My Mirror column for 22 May, 2016:
Sairat delivers both a compelling tribute and an astutely-aimed punch to decades of Indian film romance.
At a tense moment in Nagraj Manjule's Sairat, a middle-aged garage-owner (whom the film's youthful couple have called on for help) turns on them with a wan exhaustion at the prospect of what they want from him. "Movies and real life aren't the same thing," he says with a gesture of helplessness. "What your parents teach you, and what you do..."
It is one of the sharpest moments in Manjule's consummately-executed film: simultaneously embedded in the on-screen lives of its characters, while also addressing the dense, criss-crossing matrix of filmi and real that constitutes our relationship to romance. Manjule, whose powerful first feature Fandry was a 2014 festival favourite, has taken a remarkable leap from that recognizable realist aesthetic into something gloriously hybrid: young love, complete with songs both slow-mo and zingy, into which reality seeps darkly. That's the thing that makes Sairat so clever. Through it, Manjule is speaking to us in both capacities — as a country of wannabe-lovers, a people who celebrate the idea of romance in every film we make a hit — and as a country of real-life haters, a people that responds with practiced violence whenever some poor delusional souls actually decide to take that idea to heart.
So much of the sparky, filmi appeal of Sairat lies in the fact that its protagonists—brilliant first-time actors Akash Thosar and Rinku Rajguru, playing the teenage lovers Prashant 'Parshya' Kale and Archana 'Archie' Patil—refuse to play by the rules of "real life", which for most people in India is the same as "what your parents teach you". And yet Manjule makes it very clear that their gumption is foolhardy; that real life will have its way. Right from the opening, when Prashant sweeps his flailing village cricket team to effortless victory, we are made unmistakeably aware of the hierarchies that shape this world: the Dalit boy can win a cricket match, but the trophy will be awarded by the local political boss, a Patil (who turns out to be Archana's father).
Later in the film, there's a remarkable scene when this caste hierarchy easily overturns another of the hierarchical pieties ostensibly honoured by Hindu tradition: respect for one's guru. Patil's son and heir—literally called Prince—is asked his name by an irritated teacher who sees him talking on the phone in class. He doesn't answer. He slaps the teacher. In another schoolyard scene, Prashant is being roughed up by Archana's cousin Mangya for no good reason. He is pinned to the ground, holding onto Mangya's collar—but still holding off on hitting him back. The words we hear Prashant say reveal both his anger and his fear: "You may be a Patil but I'll beat you up."
Hindi cinema used to specialise in star-crossed lovers, but they were either shown to belong to two equal and opposite clans (this is the tradition in which we might place Qayamat Se Qayamat Tak, or more recently, Ramleela)—or two different religions (most recently, think Ishaqzaade). If they had unequal social statuses, it was always class. Of course there are some exceptions — Love Sex Aur Dhokha, and more recently Masaan (which also contains a Facebook-search scene very like the one in Sairat)—but caste on the whole is that which dare not speak its name. Unlike the zillions of other life-and-death romances that Indian cinema has given us, Sairat takes caste head-on.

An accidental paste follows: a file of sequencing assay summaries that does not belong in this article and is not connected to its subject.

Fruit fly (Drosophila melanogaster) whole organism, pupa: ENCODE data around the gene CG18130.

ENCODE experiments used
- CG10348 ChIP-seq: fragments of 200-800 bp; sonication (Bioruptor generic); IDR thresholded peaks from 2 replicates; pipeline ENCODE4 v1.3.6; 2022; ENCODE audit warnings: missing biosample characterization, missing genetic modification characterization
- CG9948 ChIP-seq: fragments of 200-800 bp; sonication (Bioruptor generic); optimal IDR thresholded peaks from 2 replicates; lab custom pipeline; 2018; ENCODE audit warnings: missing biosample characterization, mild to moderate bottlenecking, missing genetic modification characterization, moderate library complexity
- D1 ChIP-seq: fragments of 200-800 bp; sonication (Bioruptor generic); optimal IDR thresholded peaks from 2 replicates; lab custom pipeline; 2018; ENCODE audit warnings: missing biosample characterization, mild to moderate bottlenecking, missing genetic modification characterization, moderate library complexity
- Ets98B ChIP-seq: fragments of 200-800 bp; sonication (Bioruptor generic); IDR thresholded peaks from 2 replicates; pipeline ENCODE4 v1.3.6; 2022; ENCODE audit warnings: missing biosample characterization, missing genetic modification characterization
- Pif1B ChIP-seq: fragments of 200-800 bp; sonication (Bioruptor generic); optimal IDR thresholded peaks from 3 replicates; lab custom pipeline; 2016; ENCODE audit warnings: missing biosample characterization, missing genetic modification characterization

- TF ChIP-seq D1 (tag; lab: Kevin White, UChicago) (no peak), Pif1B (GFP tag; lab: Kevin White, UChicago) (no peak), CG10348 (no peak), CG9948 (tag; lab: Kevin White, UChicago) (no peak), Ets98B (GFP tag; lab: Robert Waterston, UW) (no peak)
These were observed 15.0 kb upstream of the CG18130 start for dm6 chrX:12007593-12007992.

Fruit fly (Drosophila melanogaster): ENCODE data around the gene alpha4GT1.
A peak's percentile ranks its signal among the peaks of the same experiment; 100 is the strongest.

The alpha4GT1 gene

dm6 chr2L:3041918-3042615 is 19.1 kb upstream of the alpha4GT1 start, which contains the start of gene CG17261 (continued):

And yet the reason it has been able to reach out to so many people—the film is reportedly hitting the 60 crore mark, the highest ever for a Marathi film—is that it delivers its unvarnished truths alongside all the things people go to the movies for: laughter, suspense, drama, music. The songs are particularly lovely, and memorably picturised, putting the green depths of stepwells and the verdant shadows of sugarcane and banana-groves believably to work as romantic oases in the arid landscape of Sholapur.
The cinema also appears as fantasy outside of the songs: a sleeping Prashant sees Archana tiptoe out of her house and walk down to his, in the middle of the night, in a spangly off-shoulder dress. As she demands to be kissed, Prashant panics. "You'll wake everyone!" And then we see that he already has. As his family alternately giggles and grumbles their way back to sleep, the camera pans to show us the small poster above him: filmstar Alia Bhatt in the same dress.
And when love actually happens, the lovers' fantasy is the same one we've seen at least since Maine Pyar Kiya—"You'll go to work," says Archie to Parshya, as they gaze into each other's eyes. "I'll do the cooking." But unlike a Maine Pyar Kiya, when these two do run away and set up house together, the fantasy is brought to life in a very real slum, with the all-too-real stink of garbage. Without making a big deal of it, Manjule gently reverses gender roles. The boy tries going to work and getting the girl to shop and cook, but she has no idea how to. So she gets the factory job, he does the cooking.
At their most vulnerable—having arrived in the city but with nowhere to go and no-one to help—Manjule's young lovers must spend the night in public places, scarcely sleeping from discomfort and fear. After such a night, the bright light of day is welcome —but almost too harsh. So they go to the cinema, in whose dark embrace they find a few hours of solace. It is a marvellous scene. Manjule's protagonists may find an undisturbed peace in the cinema. But he has ensured that his audience does not.
Published in Mumbai Mirror, 22nd May 2016.